Thursday, October 17, 2013

1. H.P. Lovecraft as Humorist

It is probably safe to say that Lovecraft is rarely ever laugh out loud funny, but there is considerable wit and cleverness in some of the letters and poetry that he wrote.  In his two volume biography of the author, S.T. Joshi provides several examples of Lovecraft using poetry as the medium both for playful literary criticism of genre writers, and for responding to their defenders in magazines like Argosy.  In an earlier biography, L. Sprague De Camp provides additional instances of Lovecraft using his skill with rhyme and wordplay to introduce members of his local amateur press society, criticize the poetry of Walt Whitman, and write a tribute to Charlie Chaplin.

Examples of humor and satire are too few and far between in his fiction, but one of his stories stands out in this regard.  Though off the beaten path for most readers of Lovecraft, Ibid is well worth reading, and provides a completely different view of the author’s capabilities. 

Ibid was published in 1938, the year following the author’s death.  Joshi suggests on the basis of some of Lovecraft’s correspondence that the story was written in either 1927 or 1928.   It is the fictional history of one Caius Anicius Magnus Furious Camillus Aemilianus Cornelius Valerius Pompeius Julius Ibidus—or Ibidus for short.  Born in 486, Lovecraft tells us that Ibidus was a critic and biographer of some renown, who flourished towards the end of the Roman Empire.  He lived to the ripe old age of 102, following a distinguished career that included military service, scholarship, rhetoric, and poetry.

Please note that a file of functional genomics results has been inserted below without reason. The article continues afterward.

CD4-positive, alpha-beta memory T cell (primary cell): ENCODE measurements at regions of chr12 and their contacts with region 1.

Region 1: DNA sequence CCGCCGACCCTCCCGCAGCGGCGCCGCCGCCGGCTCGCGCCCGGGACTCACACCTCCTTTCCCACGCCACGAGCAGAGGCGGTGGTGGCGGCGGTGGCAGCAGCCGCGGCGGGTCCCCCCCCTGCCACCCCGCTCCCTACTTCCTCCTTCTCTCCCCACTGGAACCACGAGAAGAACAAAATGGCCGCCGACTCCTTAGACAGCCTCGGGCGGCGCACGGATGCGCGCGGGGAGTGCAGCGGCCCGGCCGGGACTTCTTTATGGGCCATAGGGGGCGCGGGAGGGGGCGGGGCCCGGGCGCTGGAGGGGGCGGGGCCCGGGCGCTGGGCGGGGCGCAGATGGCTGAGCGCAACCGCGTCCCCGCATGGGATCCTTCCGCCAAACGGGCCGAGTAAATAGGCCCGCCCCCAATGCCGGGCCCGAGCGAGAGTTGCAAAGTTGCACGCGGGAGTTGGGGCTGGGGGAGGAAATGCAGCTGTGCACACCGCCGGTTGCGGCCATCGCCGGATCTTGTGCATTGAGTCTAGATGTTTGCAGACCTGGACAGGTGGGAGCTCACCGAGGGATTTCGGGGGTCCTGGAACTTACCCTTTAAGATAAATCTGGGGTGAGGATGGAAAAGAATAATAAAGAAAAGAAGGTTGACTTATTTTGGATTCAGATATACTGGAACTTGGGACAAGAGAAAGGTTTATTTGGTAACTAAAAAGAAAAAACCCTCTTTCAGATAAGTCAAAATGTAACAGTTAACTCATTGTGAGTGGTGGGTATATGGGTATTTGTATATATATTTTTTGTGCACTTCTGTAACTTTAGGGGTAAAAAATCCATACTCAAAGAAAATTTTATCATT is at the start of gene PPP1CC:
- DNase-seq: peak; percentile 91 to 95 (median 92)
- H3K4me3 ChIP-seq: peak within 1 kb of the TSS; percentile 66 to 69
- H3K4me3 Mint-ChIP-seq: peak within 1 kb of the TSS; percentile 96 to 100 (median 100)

But Lovecraft’s story actually begins at Ibidus’ death.  The tale is not so much about Ibidus as it is about his head, or more specifically, his skull.  Lovecraft has a lot of morbid, irreverent fun detailing the adventures of the skull on several continents, through various historical periods.  There is not a little parody here; at one point the skull is mistaken for the relic of a saint, and the old Roman is canonized in absentia.  Ibid also appears to be a send up of academic writing. Throughout the story Lovecraft’s love of words and history is on full display.

Favorite line:  “At first worshipped with dark rites by the prairie-dogs, who saw in it a deity sent from the upper world, it afterward fell into dire neglect as the race of simple, artless burrowers succumbed before the onslaught of the conquering Aryan.”

Very few of Lovecraft’s stories contain this level of playfulness and whimsy, which is a shame.  Stories like Ibid show that Lovecraft was much more talented and creative than his short time on earth allowed him to demonstrate.  In my view, he was at his most inventive when he combined his deep historical knowledge and facility with the English language.  His sense of humor seems to warm the pages a bit and bring him in closer to his readers.


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